Five candidates for London police chief job


(Posted Dec. 2, 2015)

By Kristy Zurbrick, Madison Editor

London’s new police chief could be named by mid-December, according to Steve Hume, London’s safety-service director.

Hume and Joe Mosier, who will become safety-service director in January with the change in administration, are working together to select a replacement for outgoing chief David Wiseman.

Five individuals applied for the job and passed the assessment center, a competitive test administered by the Ohio Chiefs of Police Association. Hume and Mosier conducted first interviews with the five candidates the weeks of Nov. 16 and Nov. 23. They must decide if they want to make their selections now or bring back candidates for second interviews.

The five candidates are: John DeJar-nette, retired as a lieutenant, Dublin Police Department; William Karolyi, sergeant and assistant to the chief, Butler Township (Montgomery County); Glenn Nicol, retired as deputy chief, Marysville Police Depart-ment; Scott Reinbolt, chief, Blanchester Police Department; and Ross Tipton, sergeant, London Police Department.

Once Hume and Mosier make their selection, they will make a conditional offer of employment to that individual, which allows the city to conduct a thorough background check, drug test, and psychology evaluation.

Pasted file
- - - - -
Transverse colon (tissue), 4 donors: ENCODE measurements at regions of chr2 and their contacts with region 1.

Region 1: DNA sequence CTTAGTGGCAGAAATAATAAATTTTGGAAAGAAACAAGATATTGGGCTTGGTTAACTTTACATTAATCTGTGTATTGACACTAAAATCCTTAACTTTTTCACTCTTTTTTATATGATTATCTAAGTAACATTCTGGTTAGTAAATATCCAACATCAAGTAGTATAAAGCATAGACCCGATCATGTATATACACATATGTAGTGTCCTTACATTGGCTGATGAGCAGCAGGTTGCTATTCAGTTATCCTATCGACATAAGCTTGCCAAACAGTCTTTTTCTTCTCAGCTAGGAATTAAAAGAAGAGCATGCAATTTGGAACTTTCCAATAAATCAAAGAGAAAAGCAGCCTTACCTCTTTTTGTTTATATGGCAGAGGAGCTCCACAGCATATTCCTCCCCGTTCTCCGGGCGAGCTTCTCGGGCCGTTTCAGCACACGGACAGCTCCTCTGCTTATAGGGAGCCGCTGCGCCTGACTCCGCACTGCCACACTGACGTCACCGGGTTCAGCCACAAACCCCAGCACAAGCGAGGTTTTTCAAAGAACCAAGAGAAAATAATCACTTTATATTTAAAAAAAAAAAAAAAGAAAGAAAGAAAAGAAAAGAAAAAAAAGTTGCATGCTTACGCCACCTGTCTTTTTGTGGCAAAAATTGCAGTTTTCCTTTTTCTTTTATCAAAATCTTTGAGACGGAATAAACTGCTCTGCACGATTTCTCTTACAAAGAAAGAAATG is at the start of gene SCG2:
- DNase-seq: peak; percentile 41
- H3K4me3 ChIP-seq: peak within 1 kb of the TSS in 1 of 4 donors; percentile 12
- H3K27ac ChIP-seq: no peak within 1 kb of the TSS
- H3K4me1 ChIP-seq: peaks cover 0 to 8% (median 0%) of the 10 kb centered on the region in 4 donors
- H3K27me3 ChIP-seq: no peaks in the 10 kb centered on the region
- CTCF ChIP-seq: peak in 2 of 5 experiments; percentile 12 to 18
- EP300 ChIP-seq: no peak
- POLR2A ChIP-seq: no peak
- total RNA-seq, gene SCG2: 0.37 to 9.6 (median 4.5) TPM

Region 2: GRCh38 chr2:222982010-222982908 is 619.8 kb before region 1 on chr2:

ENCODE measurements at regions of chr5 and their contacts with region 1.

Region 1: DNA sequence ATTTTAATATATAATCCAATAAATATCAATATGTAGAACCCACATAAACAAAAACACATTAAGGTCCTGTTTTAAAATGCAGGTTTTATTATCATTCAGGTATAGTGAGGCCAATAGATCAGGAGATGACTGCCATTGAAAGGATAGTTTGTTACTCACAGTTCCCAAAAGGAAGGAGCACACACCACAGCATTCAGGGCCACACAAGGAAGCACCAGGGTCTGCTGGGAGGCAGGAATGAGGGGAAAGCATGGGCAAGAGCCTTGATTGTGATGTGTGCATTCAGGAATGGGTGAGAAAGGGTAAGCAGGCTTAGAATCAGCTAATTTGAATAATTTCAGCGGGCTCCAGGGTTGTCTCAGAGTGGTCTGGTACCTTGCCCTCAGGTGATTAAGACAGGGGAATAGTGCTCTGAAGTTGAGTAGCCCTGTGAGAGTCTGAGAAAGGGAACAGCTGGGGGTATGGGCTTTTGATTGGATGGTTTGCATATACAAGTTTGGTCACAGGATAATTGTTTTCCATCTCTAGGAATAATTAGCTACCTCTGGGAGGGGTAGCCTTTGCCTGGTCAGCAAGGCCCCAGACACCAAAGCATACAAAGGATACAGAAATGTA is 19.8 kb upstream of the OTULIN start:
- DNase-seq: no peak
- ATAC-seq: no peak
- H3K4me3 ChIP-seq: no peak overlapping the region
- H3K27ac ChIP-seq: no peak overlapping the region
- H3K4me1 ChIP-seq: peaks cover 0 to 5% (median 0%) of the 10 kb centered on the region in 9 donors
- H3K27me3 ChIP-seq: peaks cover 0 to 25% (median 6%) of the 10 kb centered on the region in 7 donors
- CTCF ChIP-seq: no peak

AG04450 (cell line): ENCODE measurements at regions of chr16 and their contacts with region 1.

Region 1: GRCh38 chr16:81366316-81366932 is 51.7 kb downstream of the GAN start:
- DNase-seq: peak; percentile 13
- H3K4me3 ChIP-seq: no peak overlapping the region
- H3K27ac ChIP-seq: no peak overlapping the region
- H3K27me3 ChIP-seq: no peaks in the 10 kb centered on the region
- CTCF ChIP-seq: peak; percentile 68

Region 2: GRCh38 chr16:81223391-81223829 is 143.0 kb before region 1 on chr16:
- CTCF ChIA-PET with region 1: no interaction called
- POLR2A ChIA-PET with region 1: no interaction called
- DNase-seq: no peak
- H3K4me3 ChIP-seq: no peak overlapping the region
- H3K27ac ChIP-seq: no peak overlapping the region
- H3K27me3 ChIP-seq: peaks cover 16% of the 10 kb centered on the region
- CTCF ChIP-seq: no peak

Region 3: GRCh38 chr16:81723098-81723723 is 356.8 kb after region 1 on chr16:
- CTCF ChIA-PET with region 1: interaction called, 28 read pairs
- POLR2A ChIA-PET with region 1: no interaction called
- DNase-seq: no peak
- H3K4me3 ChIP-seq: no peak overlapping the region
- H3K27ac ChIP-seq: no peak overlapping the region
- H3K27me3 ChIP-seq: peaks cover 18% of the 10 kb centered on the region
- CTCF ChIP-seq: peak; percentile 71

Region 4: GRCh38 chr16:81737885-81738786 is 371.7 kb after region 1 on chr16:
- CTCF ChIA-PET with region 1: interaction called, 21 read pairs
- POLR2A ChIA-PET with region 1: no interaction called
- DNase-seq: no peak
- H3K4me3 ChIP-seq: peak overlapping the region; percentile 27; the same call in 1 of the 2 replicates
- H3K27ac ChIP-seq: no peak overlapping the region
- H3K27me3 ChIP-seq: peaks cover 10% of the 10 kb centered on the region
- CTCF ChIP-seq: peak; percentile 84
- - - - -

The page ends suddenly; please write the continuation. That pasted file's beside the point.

Hume said the city plans to offer Wise-man a temporary consultant’s position to help the new chief make the transition.

2016 budget

Council will hold a public hearing on the city’s proposed budget for 2016 at its next meeting, set for 6:30 p.m. Dec. 3.

As the proposal stands, the general fund portion of the budget is showing an estimated deficit of $337,000. The deficit in 2015 was $260,000.

About the projected deficit, councilman Trint Hatt said, “It’s not something that I could quite stomach.”

He then suggested making a 2 percent cut across all departments to potentially lower the projected deficit to $250,000.

“This puts us, I believe, on the right path to services we need but also protecting taxpayers’ money,” Hatt said.

Katie Hensel, outgoing city auditor, warned council to be cautious about blan-ket reductions, noting that some depart-ments and lines in the general budget cannot be cut. Two examples: debt service and pensions. This means, that to reach the goal of a $250,000 general fund deficit, the other departments would require cuts deeper than 2 percent, she said.

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